St. Peter today expressed his mortification and abnegation at the revelations in “The Universe” that he was willing to accept half a million masses to arrange direct access to God. “The Universe” investigating reporting team led by Lucifer Dawkins filmed St. Peter in secret under the guise of a team of penitents.

St Peter said “It has been hell up here since this happened”. God was not available for comment but the Celestial Media Choir chorused that he was disappointed to have been betrayed a fourth time. The Blessed Virgin Mary (BVM PLC) was out of heaven visiting Australia to help with wine crops in areas of water shortage. She has been known to have been critical of British developments in recent centuries.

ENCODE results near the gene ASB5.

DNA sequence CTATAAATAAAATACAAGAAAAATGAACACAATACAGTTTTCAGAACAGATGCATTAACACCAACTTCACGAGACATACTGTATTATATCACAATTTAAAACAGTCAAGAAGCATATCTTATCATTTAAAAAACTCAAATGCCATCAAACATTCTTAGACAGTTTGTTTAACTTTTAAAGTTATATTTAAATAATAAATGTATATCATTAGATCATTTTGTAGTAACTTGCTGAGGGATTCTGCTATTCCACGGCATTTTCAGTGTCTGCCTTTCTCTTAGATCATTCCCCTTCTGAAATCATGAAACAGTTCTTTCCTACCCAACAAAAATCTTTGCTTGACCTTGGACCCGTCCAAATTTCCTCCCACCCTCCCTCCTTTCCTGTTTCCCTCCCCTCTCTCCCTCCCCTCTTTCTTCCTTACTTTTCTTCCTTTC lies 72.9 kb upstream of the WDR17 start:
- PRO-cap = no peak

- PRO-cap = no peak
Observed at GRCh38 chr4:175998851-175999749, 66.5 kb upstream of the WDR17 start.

The Archbishop of Canterbury said “We need a full deep discussion about all the many tautological epistemologies of ontology with all faiths and oh conundrum I’ve sat on my glasses again.” Other faith leaders were agreed that they could not believe it.

Tony Blair, recently appointed representative of God on earth and United Nations Tsar for New Warfare, supported St. Peter claiming that it was normal business practice and in the past people had paid tens of thousands just to sit on his sofa.

The Metropolitan Police confirmed that they would not be investigating as the matter lay outside their jurisdiction, but that recently special confessors had been appointed to the Forces community of Flagellants to ensure that they would be fully available for the Opening of Parliament and other state occasions.

St. David Beckham said that he would be praying for Fabio Capello and that he will be willing to contribute when his advisers had arranged admission to the College of Cardinals and media rights. Victoria Beckham will be designing new see through vestments to help the Churches achieve transparency in their functions.